She started a good thing and my grandparents continued it. I am so grateful to them. It has made for a fascinating holiday. I have found two letters from Lord Louis Mountbatten in the 1960s, one inviting my grandfather to join him for a drink. Someone has stuck a ‘post it’ note to them commenting on the colour of the ink. Apparently only the Admiralty write in green ink! I have found the negative for a magazine photo of four leading political figures in the establishment of the Union of South Africa. I cannot think why we have the negative, but I also can’t help feeling it is of some significant historical interest. It would seem to be from the early 1900s. I also found a postcard, which I think is in my great-grandfather’s handwriting (not 100% sure) sent from German East Africa during the First World War and written in German. German, why German? I encountered other letters from my great-grandfather written in later life to my grandfather. My own father always spoke so highly of my great-grandfather. He adored him. I have to say that reading these letters really touched my heart. My great-grandfather does indeed come across as such a lovely, lovely man with a strong faith. There is also a pamphlet written by him about the League of Nations’ Finances. I was most intrigued to see the list of countries that continued to pay their membership fees to the League throughout the war. The name that surprised me most was Afganistan.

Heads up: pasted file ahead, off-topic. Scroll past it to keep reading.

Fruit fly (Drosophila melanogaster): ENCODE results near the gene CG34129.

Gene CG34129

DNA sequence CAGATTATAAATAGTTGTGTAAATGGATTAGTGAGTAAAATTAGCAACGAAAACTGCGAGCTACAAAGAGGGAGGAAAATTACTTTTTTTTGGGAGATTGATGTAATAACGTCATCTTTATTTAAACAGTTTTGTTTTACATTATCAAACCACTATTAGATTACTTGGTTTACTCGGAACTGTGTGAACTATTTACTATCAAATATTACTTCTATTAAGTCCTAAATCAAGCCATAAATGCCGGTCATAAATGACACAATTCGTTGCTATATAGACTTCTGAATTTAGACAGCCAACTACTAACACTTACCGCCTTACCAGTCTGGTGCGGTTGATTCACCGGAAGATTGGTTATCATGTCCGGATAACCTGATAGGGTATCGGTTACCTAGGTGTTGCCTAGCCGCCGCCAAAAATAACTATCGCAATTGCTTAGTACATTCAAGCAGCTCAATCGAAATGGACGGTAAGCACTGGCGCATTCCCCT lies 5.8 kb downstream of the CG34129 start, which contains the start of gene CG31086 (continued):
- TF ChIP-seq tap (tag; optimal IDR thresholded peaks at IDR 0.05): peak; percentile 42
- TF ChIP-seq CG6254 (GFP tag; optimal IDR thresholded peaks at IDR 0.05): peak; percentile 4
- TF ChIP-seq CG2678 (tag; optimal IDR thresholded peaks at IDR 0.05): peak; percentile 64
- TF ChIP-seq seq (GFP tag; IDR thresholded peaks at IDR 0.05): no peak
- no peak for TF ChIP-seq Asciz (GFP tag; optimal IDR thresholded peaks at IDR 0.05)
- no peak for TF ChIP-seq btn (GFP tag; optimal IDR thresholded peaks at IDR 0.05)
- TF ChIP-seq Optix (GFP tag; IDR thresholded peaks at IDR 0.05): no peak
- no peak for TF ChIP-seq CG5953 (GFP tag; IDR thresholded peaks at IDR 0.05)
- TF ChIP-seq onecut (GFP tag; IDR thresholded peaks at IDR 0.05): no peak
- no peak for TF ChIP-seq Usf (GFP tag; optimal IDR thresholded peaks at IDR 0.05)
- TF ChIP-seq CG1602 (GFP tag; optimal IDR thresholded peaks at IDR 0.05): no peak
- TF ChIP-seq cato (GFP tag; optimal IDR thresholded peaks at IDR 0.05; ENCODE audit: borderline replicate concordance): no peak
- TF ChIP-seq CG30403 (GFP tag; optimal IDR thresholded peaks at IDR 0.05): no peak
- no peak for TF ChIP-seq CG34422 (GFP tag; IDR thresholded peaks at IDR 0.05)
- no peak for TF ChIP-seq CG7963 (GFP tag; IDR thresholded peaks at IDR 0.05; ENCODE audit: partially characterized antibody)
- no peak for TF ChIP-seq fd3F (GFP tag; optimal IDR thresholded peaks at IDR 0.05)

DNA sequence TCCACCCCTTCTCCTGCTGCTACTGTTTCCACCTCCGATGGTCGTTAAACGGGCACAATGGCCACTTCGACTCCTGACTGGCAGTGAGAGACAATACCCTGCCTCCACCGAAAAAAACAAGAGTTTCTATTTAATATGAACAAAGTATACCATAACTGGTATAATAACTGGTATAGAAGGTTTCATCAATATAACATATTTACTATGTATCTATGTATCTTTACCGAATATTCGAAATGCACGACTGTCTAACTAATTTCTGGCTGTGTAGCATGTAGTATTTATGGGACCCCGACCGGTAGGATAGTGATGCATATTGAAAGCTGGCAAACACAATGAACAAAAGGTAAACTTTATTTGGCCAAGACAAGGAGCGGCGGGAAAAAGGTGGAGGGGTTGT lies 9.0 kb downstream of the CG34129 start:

There are so many letters to and from a variety of people. One I particularly enjoyed was from 1935 to my great-grandmother. I have no idea who the writer is other than her name is Geraldine and she lived in England. Her letter tells the story of her young daughter bouncing into her bed and bursting a hot water bottle. The poor ‘wee lass’, as the mother writes, was very badly scalded and needed the skill of a privately employed nurse to help her get better. With all the research I have been doing of medical practise at the time, this fits. The letter goes on to complain about the servants! The writer is in quite a dilemma about how to handle them and the temper of one in particular.

My great-grandmother appears to have been very sociable and a great letter writer herself, but why did she keep some letters and not others, I wonder?